The Commission on Elections (COMELEC) solicited the help of Smartmatic in supplying over 2,500 laptop computers, which were used in the first automated election last May 10. The Dell Latitude laptops were utilized during the election management and preparation, in previous field tests, and on Election Day.
Smartmatic is a multinational technology company that designs, provides and deploys technological solutions that help government to endow their processes with transparency and efficiency, and to improve existing systems or processes.
Convenience and transparency
Being the first automated election in the Philippines, it was necessary to choose the best computer available to ensure success. Dell Latitude laptops were selected primarily because of their ability to withstand heavy use, hundreds of tests, frequent transportation, rough handling, and the extreme weather conditions in the Philippines, with the prime directive of guaranteeing the protection of the official election data.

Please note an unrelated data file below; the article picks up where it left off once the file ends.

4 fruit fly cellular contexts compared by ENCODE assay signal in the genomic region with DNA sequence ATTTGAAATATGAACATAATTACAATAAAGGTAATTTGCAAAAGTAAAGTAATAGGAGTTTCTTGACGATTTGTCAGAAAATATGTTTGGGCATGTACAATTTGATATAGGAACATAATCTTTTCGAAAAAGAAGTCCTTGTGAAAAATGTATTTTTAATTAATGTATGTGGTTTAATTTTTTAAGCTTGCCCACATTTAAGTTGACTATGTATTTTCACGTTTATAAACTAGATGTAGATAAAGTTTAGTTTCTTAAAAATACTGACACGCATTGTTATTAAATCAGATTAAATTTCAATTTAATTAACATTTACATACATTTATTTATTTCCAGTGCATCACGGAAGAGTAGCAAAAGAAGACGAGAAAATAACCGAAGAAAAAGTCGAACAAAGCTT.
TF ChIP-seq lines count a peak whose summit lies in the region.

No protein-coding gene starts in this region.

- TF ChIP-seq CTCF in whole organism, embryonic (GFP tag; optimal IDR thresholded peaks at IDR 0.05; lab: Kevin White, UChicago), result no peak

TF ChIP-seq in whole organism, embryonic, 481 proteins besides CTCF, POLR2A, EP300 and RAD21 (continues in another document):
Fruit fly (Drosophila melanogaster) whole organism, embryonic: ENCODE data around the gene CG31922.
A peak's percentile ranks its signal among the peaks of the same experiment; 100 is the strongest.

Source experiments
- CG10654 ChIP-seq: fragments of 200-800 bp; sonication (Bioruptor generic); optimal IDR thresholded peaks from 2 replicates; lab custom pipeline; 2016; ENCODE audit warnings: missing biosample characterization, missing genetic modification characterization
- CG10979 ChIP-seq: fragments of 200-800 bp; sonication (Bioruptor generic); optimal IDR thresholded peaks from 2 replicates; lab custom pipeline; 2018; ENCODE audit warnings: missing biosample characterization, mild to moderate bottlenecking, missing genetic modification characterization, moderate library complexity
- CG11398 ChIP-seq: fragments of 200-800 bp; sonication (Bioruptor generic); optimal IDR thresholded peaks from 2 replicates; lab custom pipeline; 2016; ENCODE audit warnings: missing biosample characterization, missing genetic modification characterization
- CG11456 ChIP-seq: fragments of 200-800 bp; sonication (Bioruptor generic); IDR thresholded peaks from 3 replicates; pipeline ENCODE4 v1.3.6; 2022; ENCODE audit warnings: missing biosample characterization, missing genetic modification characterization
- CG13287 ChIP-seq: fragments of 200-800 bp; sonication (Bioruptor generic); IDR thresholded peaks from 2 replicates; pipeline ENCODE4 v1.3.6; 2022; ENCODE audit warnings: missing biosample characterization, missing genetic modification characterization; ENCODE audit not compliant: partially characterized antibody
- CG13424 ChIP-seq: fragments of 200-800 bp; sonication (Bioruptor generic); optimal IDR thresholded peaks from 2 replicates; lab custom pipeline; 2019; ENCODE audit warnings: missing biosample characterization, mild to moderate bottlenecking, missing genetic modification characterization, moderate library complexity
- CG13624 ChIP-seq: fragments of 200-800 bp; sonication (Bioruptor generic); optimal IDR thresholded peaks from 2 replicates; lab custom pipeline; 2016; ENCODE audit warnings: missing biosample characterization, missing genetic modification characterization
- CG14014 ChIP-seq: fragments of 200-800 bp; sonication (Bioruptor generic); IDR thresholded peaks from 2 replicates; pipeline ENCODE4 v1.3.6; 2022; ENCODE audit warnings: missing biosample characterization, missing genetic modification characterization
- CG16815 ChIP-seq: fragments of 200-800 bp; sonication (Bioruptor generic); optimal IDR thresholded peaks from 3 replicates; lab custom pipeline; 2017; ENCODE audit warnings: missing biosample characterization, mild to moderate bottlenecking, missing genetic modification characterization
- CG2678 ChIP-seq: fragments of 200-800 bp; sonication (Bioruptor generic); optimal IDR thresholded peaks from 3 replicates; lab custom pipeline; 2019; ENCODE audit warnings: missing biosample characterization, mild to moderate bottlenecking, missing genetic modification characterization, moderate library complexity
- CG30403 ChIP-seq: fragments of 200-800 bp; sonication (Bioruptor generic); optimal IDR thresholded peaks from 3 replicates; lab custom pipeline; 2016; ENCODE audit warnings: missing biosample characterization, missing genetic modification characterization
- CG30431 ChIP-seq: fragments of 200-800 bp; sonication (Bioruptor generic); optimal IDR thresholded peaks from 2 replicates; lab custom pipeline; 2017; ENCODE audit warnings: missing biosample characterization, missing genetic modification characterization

In terms of convenience, Smartmatic found the features of the Latitude laptops to be invaluable. The crisp screens and keyboard size enabled the electoral personnel to work comfortably without the need of additional accessories, such as large monitors and external pointing devices. Managing information was also quick and accurate because of Intel-based processors, which provided the power needed to run database and application systems.
Surviving the challenges of automated elections
Although Dell’s laptop computers provided flawless service, they were not spared from the challenges brought about by the first automated elections in the country. One main challenge regarding the portable equipment was in cloning all the systems in order to have the same audited base image to start the configuration and personalization process in all the official equipment. The compatibility of Smartmatic’s cloning solution and the hardware managed to make the cloning process a success.
All in all, the support provided by Dell allowed Smartmatic to save time, allowing its technical support group to focus on platform tests and adjustments rather than the infrastructure.
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